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Posts Resurface Made-up ‘Congressional Reform’ Bill

Quick Take

Viral Facebook posts claim President Donald Trump has endorsed a supposed “Congressional Reform Act of 2017.” But no such bill exists. The text in the posts has circulated for years without references to Trump, and it is riddled with false claims.

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There is no proposed legislation before Congress called the “Congressional Reform Act.”

But Facebook posts shared by more than 67,000 people purport that President Donald Trump “is asking everyone to forward this email” about a supposed “Congressional Reform Act of 2017.”

In reality, online chatter about that supposed bill — and the ideas that follow it in the post — precedes the Trump administration. We wrote in 2011 about emails circulating the same text, which we found to be a blend of false, misleading and opinion-based statements. Some examples:

  • The post claims that the bill would “no longer” allow Congress to “vote themselves a pay raise.” But, as we’ve written before, that’s already the case. Pay raises are determined by an automatic adjustment formula, which takes effect unless Congress statutorily denies it, according to the Congressional Research Service. Congress has denied the raise every year since 2009.
  • It also says, members of Congress must “abide by all laws they impose on the American people (i.e. NO MORE INSIDER TRADING!!!).” But that’s largely the case now. The 1995 Congressional Accountability Act, for example, requires members to “follow many of the same employment and workplace safety laws applied to private business.” As for insider trading, the STOCK Act signed in 2012 bars members from making trades based on nonpublic information obtained through their official duties. Rep. Chris Collins recently pleaded guilty to insider trading and resigned.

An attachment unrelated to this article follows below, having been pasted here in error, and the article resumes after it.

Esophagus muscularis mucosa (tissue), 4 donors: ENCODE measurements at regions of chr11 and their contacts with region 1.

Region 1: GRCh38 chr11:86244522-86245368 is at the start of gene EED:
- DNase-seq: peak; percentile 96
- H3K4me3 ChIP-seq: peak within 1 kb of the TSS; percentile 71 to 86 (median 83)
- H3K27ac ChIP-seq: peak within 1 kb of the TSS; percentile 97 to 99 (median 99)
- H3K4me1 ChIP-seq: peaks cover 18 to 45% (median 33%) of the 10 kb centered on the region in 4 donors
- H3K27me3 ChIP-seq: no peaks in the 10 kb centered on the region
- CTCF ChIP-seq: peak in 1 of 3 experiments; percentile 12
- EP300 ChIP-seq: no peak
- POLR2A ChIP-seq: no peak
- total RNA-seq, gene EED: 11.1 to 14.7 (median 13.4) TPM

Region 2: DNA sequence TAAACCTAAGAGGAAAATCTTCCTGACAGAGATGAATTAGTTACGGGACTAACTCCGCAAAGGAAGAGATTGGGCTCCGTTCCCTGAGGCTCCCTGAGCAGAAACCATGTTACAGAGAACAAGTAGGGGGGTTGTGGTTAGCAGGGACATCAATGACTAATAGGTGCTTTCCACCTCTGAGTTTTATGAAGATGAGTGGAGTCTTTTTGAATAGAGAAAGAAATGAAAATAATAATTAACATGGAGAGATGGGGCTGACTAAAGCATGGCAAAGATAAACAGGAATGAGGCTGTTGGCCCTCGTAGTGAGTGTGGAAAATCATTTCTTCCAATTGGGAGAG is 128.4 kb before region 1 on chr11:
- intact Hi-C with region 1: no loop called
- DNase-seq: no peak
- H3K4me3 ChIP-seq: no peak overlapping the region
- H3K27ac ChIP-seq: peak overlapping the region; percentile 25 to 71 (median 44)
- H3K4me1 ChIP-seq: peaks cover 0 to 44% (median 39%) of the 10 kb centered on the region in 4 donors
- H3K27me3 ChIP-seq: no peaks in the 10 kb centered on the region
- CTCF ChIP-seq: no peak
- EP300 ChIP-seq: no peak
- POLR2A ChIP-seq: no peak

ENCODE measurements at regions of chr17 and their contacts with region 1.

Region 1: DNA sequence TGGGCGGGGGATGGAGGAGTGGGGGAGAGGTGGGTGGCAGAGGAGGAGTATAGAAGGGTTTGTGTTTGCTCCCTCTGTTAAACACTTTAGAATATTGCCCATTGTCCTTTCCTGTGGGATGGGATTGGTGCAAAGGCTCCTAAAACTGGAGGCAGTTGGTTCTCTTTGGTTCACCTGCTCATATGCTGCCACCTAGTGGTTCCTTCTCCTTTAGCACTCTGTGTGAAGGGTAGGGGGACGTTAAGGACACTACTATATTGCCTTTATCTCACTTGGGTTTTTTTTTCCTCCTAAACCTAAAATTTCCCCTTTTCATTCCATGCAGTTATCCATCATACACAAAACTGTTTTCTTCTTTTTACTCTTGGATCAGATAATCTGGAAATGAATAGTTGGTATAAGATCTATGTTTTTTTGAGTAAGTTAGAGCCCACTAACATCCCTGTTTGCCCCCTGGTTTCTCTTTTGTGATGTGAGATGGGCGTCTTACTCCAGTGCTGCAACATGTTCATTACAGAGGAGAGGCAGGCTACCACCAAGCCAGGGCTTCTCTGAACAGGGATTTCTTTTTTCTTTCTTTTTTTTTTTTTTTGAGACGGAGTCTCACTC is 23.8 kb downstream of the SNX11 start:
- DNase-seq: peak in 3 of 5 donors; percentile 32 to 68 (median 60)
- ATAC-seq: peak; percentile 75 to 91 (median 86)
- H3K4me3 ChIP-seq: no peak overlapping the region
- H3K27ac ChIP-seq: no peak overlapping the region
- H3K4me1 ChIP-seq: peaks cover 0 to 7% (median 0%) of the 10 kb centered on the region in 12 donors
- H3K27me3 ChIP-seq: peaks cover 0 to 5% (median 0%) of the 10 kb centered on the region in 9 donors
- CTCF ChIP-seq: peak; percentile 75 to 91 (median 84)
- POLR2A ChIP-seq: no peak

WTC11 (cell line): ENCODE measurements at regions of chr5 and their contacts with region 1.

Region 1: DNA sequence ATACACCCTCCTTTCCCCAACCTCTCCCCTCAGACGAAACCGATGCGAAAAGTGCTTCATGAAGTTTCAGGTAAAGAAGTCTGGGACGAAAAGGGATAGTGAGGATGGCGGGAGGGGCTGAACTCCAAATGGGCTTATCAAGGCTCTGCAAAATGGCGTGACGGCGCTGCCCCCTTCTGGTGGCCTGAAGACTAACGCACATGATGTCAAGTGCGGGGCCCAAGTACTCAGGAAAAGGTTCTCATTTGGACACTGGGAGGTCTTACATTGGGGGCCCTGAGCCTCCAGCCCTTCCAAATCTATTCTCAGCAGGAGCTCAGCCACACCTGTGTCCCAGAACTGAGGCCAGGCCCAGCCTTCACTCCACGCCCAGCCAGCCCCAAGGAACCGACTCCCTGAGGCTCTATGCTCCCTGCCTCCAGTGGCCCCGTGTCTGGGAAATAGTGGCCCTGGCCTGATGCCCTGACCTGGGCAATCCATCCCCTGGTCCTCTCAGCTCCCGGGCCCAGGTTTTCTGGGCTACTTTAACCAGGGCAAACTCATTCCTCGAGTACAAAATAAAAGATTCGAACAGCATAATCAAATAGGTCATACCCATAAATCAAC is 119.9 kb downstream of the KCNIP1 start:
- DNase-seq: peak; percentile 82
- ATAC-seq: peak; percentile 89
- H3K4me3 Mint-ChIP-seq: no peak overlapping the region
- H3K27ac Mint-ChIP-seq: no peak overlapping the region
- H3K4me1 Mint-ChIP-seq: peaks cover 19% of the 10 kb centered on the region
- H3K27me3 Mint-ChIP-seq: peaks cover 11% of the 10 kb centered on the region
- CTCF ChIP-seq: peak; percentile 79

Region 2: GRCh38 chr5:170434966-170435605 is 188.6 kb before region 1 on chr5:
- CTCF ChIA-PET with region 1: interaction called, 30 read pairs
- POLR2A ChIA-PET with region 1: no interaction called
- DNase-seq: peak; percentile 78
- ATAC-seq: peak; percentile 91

• The post says “Congress (past, present, & future)” must participate in Social Security, and that “[a]ll funds in the Congressional retirement fund” must “move to the Social Security system immediately.” In fact, members of Congress have been required since 1984 to pay Social Security taxes and participate in the system, according to a CRS report.

A search of legislation introduced in Congress since Trump took office shows there has been no “Congressional Reform Act” proposed. (In 2017, there was a proposed “Congressional Pension Reform Act,” which dealt strictly with proposed pension system changes; the legislation did not advance beyond its introduction.)

We also could find no evidence to suggest that Trump is “asking everyone to forward” the online message. A search of the president’s tweets through the Trump Twitter Archive, for example, shows he has never tweeted about a “Congressional Reform Act.” He has tweeted about “criminal justice reform,” “immigration reform,” “tax reform” — among other “reforms” — but not “congressional reform.”

Editor’s note: FactCheck.org is one of several organizations working with Facebook to debunk misinformation shared on social media. Our previous stories can be found here.


Congressman Christopher Collins Pleads Guilty To Insider Trading Scheme And Lying To Federal Law Enforcement Agents.” Press release, U.S. Attorney’s Office for the Southern District of New York. 1 Oct 2019.

FACT SHEET: The STOCK Act: Bans Members of Congress from Insider Trading.” Press release, Obama White House. 4 Apr 2012.

Fichera, Angelo. “Post Misleads on Congressional Salaries, Social Security.” FactCheck.org. 14 Jun 2019.

Isaacs, Katelin P. “Retirement Benefits for Members of Congress.” Congressional Research Service. 8 Aug 2019.

Jackson, Brooks. “Congressional Reform Act.” FactCheck.org. 18 Mar 2011.

Trump Twitter Archive. trumptwitterarchive.com. Accessed 21 Oct 2019.